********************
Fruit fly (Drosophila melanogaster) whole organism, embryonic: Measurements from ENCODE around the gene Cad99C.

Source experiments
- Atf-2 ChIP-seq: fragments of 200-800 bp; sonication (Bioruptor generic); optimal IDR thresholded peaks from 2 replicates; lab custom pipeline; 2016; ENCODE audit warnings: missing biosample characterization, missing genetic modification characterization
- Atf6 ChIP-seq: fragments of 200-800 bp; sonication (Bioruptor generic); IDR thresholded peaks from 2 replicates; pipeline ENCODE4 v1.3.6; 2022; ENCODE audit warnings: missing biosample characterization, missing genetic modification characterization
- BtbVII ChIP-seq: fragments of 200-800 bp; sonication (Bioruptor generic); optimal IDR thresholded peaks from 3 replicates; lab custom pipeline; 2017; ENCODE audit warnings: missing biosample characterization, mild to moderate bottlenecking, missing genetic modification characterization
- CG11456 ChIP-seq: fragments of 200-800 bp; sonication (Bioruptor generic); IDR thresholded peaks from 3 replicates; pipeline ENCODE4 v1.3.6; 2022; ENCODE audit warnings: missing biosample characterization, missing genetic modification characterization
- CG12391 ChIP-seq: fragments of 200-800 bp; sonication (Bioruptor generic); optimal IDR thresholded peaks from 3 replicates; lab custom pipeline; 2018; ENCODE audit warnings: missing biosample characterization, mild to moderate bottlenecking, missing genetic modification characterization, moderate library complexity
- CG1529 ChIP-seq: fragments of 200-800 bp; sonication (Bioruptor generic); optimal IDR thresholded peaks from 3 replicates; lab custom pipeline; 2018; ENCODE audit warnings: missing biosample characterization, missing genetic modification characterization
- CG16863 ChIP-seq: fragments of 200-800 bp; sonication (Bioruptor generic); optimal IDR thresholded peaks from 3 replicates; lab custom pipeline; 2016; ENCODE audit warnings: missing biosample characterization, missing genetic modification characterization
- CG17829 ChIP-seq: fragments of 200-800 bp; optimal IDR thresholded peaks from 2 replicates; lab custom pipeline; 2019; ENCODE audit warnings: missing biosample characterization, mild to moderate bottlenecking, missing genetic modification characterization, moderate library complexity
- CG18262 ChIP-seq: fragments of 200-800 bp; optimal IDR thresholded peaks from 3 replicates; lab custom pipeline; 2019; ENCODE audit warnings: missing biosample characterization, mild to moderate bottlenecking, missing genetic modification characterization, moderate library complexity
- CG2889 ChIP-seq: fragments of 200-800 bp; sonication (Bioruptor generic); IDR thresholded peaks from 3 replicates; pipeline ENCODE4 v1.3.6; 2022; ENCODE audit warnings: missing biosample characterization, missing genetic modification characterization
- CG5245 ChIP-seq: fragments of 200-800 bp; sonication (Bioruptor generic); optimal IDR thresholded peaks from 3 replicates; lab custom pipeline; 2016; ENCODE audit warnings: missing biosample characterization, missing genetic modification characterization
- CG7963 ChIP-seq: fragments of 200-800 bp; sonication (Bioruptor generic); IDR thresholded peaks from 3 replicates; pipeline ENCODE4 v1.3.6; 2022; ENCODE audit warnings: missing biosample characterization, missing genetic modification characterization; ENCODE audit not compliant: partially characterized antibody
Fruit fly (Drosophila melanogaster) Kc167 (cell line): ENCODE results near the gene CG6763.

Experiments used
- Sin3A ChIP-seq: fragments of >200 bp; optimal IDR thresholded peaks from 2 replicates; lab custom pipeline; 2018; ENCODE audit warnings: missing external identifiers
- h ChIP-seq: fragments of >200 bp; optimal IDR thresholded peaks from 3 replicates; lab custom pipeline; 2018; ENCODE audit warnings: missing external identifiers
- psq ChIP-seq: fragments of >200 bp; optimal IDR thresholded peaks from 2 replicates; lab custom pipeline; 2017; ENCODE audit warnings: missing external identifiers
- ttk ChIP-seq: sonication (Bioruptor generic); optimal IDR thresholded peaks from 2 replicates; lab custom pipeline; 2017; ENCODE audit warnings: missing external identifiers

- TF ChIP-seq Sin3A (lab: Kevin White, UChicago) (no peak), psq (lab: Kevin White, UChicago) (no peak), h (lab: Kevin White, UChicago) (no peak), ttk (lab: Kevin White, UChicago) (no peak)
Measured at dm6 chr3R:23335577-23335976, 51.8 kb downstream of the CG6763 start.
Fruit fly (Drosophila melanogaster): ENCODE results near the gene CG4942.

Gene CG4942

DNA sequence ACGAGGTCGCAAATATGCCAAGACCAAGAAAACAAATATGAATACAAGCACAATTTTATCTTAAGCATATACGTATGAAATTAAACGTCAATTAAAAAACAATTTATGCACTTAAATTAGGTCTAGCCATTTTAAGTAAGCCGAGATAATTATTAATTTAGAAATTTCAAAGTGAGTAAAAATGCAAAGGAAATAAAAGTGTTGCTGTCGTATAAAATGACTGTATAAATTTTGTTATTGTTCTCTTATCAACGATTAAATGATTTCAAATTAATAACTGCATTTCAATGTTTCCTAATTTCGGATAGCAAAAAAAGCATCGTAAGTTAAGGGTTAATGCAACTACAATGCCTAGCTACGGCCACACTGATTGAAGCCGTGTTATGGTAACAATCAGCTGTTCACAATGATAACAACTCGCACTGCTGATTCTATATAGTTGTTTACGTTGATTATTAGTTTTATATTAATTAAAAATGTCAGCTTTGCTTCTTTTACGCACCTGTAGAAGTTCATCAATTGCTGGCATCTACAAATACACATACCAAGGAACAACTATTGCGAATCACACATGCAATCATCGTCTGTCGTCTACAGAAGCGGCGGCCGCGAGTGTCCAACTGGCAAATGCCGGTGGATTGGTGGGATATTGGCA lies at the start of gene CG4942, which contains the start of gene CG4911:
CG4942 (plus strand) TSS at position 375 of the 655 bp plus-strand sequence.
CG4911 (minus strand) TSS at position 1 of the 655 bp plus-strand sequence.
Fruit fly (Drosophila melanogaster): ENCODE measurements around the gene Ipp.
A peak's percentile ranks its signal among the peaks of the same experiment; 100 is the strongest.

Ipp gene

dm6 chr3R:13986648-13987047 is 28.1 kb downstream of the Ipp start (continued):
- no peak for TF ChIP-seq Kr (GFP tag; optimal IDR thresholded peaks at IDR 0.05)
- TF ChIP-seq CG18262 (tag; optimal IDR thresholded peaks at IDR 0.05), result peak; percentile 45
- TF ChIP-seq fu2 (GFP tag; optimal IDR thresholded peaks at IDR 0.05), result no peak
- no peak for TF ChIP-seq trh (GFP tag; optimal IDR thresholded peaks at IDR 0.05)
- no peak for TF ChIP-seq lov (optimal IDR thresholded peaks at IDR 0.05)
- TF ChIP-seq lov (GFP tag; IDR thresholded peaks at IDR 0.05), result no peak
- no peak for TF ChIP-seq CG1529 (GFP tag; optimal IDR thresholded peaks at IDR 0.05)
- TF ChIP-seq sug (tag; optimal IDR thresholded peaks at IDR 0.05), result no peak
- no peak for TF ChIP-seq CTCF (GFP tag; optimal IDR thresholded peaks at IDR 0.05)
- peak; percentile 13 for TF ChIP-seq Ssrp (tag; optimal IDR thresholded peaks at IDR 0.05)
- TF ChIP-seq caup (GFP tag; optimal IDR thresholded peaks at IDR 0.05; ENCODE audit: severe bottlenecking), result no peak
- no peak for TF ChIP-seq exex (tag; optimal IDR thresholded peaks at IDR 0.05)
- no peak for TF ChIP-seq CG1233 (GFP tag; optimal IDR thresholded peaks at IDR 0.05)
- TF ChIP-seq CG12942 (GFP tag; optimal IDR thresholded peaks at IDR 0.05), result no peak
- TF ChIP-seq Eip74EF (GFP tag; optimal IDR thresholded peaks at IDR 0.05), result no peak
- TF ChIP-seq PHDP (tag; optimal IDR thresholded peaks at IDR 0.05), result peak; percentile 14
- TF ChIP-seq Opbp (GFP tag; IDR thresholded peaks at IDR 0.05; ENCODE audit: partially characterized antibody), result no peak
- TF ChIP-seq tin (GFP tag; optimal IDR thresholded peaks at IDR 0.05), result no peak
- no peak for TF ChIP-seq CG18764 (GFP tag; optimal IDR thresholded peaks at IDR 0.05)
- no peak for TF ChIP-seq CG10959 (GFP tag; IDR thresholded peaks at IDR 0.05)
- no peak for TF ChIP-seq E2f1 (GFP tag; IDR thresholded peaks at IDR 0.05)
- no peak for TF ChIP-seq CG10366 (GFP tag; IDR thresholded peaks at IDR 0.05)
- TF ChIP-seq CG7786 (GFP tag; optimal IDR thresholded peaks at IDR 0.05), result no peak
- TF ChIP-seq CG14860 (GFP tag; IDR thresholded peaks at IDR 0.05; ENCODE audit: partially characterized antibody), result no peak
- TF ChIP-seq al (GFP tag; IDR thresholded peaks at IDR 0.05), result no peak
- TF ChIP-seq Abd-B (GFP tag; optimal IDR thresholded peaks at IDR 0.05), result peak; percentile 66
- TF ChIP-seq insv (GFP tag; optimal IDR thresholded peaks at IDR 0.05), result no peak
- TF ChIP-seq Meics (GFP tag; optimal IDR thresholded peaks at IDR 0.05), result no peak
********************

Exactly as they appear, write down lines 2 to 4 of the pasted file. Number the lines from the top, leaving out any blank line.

Source experiments
- Atf-2 ChIP-seq: fragments of 200-800 bp; sonication (Bioruptor generic); optimal IDR thresholded peaks from 2 replicates; lab custom pipeline; 2016; ENCODE audit warnings: missing biosample characterization, missing genetic modification characterization
- Atf6 ChIP-seq: fragments of 200-800 bp; sonication (Bioruptor generic); IDR thresholded peaks from 2 replicates; pipeline ENCODE4 v1.3.6; 2022; ENCODE audit warnings: missing biosample characterization, missing genetic modification characterization